August 25, 2009
More Developed Brain White Matter In Risk Taking Teens

Teenagers who take more risks have more adult-like brains as measured by white matter.

A new study using brain imaging to study teen behavior indicates that adolescents who engage in dangerous activities have frontal white matter tracts that are more adult in form than their more conservative peers.

The brain goes through a course of maturation during adolescence and does not reach its adult form until the mid-twenties. A long-standing theory of adolescent behavior has assumed that this delayed brain maturation is the cause of impulsive and dangerous decisions in adolescence. The new study, using a new form of brain imaging, calls into question this theory.

In order to better understand the relationship between high risk-taking and the brain's development, Emory University and Emory School of Medicine neuroscientists used a form of magnetic resonance imaging (MRI) called diffusion tensor imaging (DTI) to measure structural changes in white matter in the brain. The study's findings are published in the Aug. 26, 2009 PLoS ONE.

Why do you suppose that is? I'd like to know whether the teens whose white matter develops more quickly have more testosterone. Does testosterone speed brain development while also increasing risk-taking behavior?

Share |      Randall Parker, 2009 August 25 11:18 PM  Brain Development

Lono said at August 26, 2009 8:19 AM:


I read a very good article in Scientific American a while back whose explanation, I believe, may help shed some light on this unintuitive correlation.

Basically impulsive and risk taking behavior in teens is now seen simply as a matter of overthinking it - the teens are actually being too analytical in analyzing risk and reward to various behaviors.

This is especially prevelent in those teens who have developed more adult like brains at an earlier age - as they are very proned to over analyzing a situation.

Adults are somewhat less likely to engage in impulsive and risky behavior precisely because older brains abstract data more efficently and analyze specific data points less efficently.

For example - an intelligent, middle class, white teen may look at the facts and find it very unlikely that unprotected sex within their community will lead them to acquiring Aids - as the odds based on statistics they have been taught in health class shows this group as especially low risk - so they go ahead an engage in this "risky" behavior.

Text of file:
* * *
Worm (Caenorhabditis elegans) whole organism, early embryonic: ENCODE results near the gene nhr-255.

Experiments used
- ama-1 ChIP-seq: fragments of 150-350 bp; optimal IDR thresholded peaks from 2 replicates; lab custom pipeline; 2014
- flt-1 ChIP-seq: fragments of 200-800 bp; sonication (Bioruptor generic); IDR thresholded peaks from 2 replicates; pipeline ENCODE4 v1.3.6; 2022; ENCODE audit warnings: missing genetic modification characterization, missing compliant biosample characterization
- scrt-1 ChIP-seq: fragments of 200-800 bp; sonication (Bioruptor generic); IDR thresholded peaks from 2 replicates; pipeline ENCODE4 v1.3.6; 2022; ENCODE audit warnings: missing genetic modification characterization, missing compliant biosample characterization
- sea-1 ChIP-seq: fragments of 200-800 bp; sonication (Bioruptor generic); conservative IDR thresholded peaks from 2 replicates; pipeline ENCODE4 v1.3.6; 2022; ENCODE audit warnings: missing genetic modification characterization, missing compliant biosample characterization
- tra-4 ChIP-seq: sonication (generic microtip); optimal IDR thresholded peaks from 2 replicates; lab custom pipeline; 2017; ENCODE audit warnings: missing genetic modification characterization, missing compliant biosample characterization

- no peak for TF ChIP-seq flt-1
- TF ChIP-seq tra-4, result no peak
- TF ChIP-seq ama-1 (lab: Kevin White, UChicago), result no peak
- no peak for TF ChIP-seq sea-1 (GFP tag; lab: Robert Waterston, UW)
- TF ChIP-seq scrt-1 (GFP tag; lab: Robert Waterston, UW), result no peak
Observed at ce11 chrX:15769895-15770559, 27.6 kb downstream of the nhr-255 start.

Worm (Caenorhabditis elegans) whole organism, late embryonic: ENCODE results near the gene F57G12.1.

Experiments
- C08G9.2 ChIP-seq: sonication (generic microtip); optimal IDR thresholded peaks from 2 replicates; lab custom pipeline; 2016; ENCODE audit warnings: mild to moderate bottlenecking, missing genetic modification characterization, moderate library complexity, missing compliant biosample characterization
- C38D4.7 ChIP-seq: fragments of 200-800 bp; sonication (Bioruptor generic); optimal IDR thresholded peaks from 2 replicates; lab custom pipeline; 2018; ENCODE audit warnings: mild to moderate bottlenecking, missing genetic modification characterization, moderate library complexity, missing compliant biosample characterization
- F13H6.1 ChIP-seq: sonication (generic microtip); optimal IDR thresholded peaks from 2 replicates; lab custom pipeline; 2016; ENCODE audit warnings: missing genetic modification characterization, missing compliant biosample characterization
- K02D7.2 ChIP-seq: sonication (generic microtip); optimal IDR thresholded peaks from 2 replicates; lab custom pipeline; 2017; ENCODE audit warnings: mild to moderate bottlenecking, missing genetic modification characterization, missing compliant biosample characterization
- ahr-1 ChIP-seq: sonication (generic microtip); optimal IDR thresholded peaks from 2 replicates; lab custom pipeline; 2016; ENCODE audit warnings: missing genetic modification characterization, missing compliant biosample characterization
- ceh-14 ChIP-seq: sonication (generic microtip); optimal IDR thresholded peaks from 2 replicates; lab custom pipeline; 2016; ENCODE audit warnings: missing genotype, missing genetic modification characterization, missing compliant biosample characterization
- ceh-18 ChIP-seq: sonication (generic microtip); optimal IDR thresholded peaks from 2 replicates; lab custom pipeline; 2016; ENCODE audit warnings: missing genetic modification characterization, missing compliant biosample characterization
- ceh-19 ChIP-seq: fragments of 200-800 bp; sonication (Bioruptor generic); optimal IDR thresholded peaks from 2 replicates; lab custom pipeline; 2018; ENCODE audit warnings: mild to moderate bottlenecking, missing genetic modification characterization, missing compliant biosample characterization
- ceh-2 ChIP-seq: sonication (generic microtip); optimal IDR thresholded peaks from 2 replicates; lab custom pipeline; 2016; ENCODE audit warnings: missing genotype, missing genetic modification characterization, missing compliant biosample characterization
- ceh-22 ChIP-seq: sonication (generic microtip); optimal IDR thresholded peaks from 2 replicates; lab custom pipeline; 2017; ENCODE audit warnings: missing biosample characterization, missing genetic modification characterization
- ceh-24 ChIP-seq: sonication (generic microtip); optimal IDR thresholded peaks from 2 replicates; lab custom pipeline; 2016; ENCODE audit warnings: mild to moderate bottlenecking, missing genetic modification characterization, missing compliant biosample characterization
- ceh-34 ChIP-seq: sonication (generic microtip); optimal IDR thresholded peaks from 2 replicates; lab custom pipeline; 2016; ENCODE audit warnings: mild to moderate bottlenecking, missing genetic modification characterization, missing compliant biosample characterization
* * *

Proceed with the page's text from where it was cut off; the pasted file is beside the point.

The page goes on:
An intelligent adult, however, is more likely to abstract the risks - and not being confidently aware of the specific odds - will err on the side of caution and say that any risk of getting Aids through unprotected sex - with a new partner - is unacceptable - no matter how low the odds really are for their demographic.

I was an exceptionally bright child (Straight A's, Honors/AP classes, Gainfully employed) who engaged in expeceptionally risky behavior for the same reasons - I felt confident I understood the odds - and I remember, around, 22 taking a very different attitude - after many of my former classmates died due to various misadventure - and deciding to take a much more conservative approach to risk taking - cutting out most behaviors that had any significant risk of death or dismemberment - and becoming much more law abiding to also prevent any risk of incarceration.

This, I strongly feel, was due to the greater abstraction of risk - that occurs as gray matter begins to stagnate and decline - while white matter - continues to grow and dominate - presenting a bigger, more abstract, understanding of one's life and environment.

(white matter accomplishes this by creating greater inter-connectivity in the brain, causing memory, emotion, and logic to be better integrated in decision making - what we commonly refer to as the wisdom of old age)

Although in this study the early formation of white matter is discussed - I think it is still too immature to allow for significant abstraction - (as Gray Matter still dominates) - but rather just increased efficiency of brain processing of specific data.

(Thus the Gray Matter is even more analytical in it's newly increased connectivity)

Really interesting stuff imho - and yet another way in which an artificial brain will be a very different creation.

no said at August 26, 2009 9:52 AM:

But surely this is not an unintuitive correlation?
At preschool/kindergarten age those who are more active at exploring their surroundings are more likely to develop faster than those kids whose parents are very overprotective.
Is this case with teenagers not simply the same thing at a more advanced stage, they are pushing their luck, testing their limits and stretching themselves in the process.
I bit like the Robot from Short Circuit 1&2 "Jonny 5" who kept looking for 'input'.

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